(RADIATOR) accounting problem
hugh at open.com.au
Tue Dec 25 01:34:24 CST 2007
Hello Hadi -
I will need to see a copy of your configuration file and a trace 4
debug from Radiator showing what is going on.
Could you also please tell me the name of the registered company that
has purchased this copy of Radiator?
BTW - it is usually slow database response that causes performance
problems, and the best way to see exactly what is going on is to add
a microseconds log.
Ie: add something like the following to your Radiator configuration file
# microseconds log
# NB - requires Time-Hires from CPAN
See section 5.11 in the Radiator 3.17.1 reference manual.
A fairly simple way to improve things (usually) is to run twon
instances of Radiator: one for authentication and the other for
This is quite simple to do with one configuration file and parameters
passed in on the command line.
On 25 Dec 2007, at 00:08, Hadi Unal AKYOL wrote:
> I have radius performance problem that my radius servers sometimes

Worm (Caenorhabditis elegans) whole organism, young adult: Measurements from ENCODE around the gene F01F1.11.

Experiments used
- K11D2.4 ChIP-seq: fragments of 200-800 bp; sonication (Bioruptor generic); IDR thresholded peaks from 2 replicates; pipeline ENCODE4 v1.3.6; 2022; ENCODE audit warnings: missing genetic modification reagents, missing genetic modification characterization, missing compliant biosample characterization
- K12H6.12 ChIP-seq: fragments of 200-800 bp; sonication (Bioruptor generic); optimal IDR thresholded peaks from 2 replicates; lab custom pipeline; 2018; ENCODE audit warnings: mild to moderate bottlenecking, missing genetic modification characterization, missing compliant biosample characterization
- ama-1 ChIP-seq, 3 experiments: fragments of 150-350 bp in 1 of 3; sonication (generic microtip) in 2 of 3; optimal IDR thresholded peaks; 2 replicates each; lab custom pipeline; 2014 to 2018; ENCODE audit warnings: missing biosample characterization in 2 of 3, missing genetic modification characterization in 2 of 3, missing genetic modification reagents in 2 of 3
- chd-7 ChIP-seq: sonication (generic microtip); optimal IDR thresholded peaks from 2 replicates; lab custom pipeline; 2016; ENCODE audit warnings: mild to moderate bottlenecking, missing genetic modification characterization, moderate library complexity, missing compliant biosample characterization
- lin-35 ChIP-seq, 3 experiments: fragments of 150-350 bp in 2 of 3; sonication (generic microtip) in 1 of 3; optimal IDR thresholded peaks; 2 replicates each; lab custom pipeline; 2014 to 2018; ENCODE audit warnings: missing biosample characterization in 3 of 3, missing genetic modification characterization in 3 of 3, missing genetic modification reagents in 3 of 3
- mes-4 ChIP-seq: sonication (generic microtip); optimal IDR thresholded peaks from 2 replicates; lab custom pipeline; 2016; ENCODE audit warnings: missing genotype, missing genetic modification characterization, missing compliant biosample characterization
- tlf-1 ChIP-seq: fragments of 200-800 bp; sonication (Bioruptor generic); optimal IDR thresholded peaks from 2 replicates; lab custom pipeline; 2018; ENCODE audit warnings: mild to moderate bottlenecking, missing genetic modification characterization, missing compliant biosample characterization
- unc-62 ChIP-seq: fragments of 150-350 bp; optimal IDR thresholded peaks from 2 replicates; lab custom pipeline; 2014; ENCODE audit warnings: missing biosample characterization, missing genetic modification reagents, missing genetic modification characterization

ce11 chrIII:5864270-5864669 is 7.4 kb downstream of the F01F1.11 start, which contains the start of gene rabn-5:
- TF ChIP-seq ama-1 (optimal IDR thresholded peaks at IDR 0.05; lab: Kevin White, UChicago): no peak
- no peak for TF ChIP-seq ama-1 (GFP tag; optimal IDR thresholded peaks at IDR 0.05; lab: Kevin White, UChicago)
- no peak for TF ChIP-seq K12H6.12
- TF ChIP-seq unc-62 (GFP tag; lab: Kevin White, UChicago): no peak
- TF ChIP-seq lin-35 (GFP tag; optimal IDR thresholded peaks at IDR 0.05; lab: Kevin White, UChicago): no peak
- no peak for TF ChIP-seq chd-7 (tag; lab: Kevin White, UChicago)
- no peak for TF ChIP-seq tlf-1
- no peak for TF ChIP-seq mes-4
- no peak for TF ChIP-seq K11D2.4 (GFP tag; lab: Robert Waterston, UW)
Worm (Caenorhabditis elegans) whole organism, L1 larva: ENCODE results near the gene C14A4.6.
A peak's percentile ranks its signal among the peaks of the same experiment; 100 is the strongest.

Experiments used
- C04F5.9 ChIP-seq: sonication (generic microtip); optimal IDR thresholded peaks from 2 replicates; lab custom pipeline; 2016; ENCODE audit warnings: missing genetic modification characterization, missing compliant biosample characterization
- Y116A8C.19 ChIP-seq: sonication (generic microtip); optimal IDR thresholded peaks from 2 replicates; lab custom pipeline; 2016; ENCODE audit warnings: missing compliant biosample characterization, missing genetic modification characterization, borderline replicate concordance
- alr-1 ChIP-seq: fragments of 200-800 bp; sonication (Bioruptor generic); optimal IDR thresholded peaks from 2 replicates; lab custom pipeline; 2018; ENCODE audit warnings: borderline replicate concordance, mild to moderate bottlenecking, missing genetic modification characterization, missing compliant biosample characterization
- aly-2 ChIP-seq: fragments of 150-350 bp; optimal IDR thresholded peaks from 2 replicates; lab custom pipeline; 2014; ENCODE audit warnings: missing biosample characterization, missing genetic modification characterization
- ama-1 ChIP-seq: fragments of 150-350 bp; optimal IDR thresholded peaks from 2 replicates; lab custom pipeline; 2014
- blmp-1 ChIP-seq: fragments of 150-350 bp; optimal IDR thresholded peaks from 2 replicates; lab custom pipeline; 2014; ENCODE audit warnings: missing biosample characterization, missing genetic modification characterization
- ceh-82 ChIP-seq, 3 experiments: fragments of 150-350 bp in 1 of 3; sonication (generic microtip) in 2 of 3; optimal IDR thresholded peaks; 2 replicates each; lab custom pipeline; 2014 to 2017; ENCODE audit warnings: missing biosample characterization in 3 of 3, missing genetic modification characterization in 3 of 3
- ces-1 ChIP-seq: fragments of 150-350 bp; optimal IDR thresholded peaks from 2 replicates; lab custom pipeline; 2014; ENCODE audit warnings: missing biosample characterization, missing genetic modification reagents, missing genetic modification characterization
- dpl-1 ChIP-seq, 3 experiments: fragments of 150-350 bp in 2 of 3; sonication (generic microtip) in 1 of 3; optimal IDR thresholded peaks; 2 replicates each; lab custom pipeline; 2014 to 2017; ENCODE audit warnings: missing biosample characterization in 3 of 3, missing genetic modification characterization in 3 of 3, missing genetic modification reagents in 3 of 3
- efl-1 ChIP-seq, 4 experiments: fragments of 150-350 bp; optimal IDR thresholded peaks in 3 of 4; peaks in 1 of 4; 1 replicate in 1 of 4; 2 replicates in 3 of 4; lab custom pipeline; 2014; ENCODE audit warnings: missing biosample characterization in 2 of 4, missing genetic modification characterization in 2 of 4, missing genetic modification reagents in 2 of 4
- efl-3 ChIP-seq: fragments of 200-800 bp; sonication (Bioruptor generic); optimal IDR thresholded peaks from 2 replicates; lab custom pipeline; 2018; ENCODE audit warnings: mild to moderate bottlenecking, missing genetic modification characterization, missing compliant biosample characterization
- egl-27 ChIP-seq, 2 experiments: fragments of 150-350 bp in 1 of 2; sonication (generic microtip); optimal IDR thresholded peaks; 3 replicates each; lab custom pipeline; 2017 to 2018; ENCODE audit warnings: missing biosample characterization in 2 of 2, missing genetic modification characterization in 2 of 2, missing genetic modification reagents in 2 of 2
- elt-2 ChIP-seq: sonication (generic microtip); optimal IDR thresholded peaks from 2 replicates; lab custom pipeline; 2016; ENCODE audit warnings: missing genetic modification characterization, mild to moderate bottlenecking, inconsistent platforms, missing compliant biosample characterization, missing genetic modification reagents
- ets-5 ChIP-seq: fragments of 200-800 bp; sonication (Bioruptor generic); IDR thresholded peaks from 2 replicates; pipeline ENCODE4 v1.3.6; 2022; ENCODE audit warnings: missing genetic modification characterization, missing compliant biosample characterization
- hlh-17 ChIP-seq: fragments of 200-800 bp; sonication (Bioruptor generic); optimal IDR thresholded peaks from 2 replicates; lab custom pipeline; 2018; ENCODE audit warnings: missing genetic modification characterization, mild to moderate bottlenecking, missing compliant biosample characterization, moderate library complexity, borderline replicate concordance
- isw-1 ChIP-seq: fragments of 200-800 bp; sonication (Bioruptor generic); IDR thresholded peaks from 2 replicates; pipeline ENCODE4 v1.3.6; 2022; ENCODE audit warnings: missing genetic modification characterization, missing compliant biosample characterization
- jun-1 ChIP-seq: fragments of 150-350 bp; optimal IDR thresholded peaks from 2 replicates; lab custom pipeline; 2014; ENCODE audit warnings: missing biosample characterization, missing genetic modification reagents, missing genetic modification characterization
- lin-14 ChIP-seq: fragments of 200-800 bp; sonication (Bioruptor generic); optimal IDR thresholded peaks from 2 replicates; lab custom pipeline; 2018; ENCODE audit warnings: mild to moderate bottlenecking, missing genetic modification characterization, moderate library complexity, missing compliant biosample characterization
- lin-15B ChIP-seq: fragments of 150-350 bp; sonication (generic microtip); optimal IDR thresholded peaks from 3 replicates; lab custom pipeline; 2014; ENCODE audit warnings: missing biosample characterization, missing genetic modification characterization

> gives bad response based on the volume of the traffic and this bad
> responses are caused accounting problem. When I deeply investigate
> my problem, I did check my servers cpu, memory, ethernet parameter
> several times and I didn’t find anything about my problem.
> According to my investigation, I’m suspecting the radius
> application itself, so Is there way to see why radius server give
> bad response and cause accounting problems?
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Have you read the reference manual ("doc/ref.html")?
Have you searched the mailing list archive (www.open.com.au/archives/
Have you had a quick look on Google (www.google.com)?
Have you included a copy of your configuration file (no secrets),
together with a trace 4 debug showing what is happening?
Have you checked the RadiusExpert wiki:
Radiator: the most portable, flexible and configurable RADIUS server
anywhere. Available on *NIX, *BSD, Windows, MacOS X.
Includes support for reliable RADIUS transport (RadSec),
and DIAMETER translation agent.
Nets: internetwork inventory and management - graphical, extensible,
flexible with hardware, software, platform and database independence.
CATool: Private Certificate Authority for Unix and Unix-like systems.
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